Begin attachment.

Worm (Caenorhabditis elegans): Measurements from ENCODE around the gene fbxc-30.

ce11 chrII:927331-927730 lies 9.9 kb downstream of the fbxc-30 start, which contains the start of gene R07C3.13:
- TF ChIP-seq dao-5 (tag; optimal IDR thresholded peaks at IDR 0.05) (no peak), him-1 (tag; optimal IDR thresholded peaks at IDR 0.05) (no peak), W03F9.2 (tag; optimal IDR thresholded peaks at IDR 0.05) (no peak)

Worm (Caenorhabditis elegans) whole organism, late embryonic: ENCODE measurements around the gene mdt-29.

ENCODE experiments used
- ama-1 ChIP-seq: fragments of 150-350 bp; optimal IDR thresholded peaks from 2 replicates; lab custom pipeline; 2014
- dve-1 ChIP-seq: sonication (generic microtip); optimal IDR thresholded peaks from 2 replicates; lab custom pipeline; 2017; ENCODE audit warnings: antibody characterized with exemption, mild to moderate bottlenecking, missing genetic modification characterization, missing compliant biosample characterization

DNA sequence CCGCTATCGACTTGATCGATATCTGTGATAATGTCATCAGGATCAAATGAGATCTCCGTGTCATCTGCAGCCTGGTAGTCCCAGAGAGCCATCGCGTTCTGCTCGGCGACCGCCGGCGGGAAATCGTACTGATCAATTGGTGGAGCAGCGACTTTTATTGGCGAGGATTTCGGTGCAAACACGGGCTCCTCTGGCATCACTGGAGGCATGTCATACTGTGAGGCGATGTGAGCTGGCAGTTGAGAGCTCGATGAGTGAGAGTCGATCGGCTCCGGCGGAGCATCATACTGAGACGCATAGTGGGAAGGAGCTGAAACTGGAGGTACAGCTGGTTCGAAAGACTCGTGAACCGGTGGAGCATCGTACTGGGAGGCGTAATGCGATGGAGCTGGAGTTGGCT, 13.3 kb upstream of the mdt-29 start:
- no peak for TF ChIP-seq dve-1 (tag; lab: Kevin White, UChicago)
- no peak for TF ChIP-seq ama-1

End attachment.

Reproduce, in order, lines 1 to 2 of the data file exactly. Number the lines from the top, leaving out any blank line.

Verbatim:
Worm (Caenorhabditis elegans): Measurements from ENCODE around the gene fbxc-30.

ce11 chrII:927331-927730 lies 9.9 kb downstream of the fbxc-30 start, which contains the start of gene R07C3.13: